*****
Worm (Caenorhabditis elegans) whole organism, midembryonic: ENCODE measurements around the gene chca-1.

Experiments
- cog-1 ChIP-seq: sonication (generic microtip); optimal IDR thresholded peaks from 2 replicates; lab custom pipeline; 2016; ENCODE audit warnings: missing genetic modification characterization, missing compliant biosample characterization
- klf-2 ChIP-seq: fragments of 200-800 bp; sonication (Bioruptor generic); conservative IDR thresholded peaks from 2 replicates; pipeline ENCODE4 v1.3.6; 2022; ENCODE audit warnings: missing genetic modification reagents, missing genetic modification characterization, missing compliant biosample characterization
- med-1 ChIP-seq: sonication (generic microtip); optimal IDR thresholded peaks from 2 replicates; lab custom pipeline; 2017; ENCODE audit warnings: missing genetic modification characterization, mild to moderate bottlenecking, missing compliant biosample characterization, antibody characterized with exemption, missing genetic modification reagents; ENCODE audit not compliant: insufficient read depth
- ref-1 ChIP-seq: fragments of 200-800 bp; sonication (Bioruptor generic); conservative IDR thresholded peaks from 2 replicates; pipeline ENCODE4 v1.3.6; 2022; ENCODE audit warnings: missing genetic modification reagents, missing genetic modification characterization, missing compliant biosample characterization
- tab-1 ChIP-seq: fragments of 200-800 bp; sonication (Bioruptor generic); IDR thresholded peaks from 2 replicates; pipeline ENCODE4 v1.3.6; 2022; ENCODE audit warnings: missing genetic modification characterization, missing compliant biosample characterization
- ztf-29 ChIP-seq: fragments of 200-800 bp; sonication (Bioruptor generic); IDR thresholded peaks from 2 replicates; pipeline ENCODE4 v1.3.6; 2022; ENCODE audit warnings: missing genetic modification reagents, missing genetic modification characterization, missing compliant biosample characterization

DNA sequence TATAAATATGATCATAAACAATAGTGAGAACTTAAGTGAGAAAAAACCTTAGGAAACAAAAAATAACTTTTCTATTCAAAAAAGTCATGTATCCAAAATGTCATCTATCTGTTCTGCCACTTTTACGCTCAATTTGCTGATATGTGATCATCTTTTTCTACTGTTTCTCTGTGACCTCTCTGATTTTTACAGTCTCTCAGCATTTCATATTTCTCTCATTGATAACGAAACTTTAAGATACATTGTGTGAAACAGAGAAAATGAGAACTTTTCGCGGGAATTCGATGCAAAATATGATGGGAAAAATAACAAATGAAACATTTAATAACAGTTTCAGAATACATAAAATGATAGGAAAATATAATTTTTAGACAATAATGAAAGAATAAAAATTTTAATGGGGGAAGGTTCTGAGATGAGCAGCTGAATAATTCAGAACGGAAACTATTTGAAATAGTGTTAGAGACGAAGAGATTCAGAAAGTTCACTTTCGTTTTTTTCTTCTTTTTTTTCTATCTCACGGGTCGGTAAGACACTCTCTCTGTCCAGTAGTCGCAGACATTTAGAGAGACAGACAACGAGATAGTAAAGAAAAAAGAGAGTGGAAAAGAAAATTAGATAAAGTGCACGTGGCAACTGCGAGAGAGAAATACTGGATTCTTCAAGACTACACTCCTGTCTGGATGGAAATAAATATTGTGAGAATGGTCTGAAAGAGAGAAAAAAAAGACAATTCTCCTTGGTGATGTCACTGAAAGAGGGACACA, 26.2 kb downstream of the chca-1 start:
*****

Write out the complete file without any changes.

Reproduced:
Worm (Caenorhabditis elegans) whole organism, midembryonic: ENCODE measurements around the gene chca-1.

Experiments
- cog-1 ChIP-seq: sonication (generic microtip); optimal IDR thresholded peaks from 2 replicates; lab custom pipeline; 2016; ENCODE audit warnings: missing genetic modification characterization, missing compliant biosample characterization
- klf-2 ChIP-seq: fragments of 200-800 bp; sonication (Bioruptor generic); conservative IDR thresholded peaks from 2 replicates; pipeline ENCODE4 v1.3.6; 2022; ENCODE audit warnings: missing genetic modification reagents, missing genetic modification characterization, missing compliant biosample characterization
- med-1 ChIP-seq: sonication (generic microtip); optimal IDR thresholded peaks from 2 replicates; lab custom pipeline; 2017; ENCODE audit warnings: missing genetic modification characterization, mild to moderate bottlenecking, missing compliant biosample characterization, antibody characterized with exemption, missing genetic modification reagents; ENCODE audit not compliant: insufficient read depth
- ref-1 ChIP-seq: fragments of 200-800 bp; sonication (Bioruptor generic); conservative IDR thresholded peaks from 2 replicates; pipeline ENCODE4 v1.3.6; 2022; ENCODE audit warnings: missing genetic modification reagents, missing genetic modification characterization, missing compliant biosample characterization
- tab-1 ChIP-seq: fragments of 200-800 bp; sonication (Bioruptor generic); IDR thresholded peaks from 2 replicates; pipeline ENCODE4 v1.3.6; 2022; ENCODE audit warnings: missing genetic modification characterization, missing compliant biosample characterization
- ztf-29 ChIP-seq: fragments of 200-800 bp; sonication (Bioruptor generic); IDR thresholded peaks from 2 replicates; pipeline ENCODE4 v1.3.6; 2022; ENCODE audit warnings: missing genetic modification reagents, missing genetic modification characterization, missing compliant biosample characterization

DNA sequence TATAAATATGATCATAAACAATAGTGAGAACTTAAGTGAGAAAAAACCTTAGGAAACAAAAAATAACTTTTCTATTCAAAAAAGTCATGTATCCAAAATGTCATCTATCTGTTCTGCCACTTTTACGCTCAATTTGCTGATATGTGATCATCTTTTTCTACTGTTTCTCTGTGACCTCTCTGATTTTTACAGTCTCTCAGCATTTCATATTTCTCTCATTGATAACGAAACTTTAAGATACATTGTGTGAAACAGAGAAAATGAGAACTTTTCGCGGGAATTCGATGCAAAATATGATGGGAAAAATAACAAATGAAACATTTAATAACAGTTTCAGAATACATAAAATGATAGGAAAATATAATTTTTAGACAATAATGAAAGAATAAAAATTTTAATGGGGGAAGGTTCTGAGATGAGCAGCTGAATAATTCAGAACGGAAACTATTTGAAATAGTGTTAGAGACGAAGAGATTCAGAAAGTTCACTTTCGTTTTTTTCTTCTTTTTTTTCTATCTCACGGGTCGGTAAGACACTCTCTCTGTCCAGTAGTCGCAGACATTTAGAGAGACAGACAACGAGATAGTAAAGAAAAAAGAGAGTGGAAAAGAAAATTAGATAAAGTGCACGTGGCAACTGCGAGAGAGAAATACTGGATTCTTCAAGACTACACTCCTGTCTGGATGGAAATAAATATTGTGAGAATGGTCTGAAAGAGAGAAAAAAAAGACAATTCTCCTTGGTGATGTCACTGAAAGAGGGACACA, 26.2 kb downstream of the chca-1 start: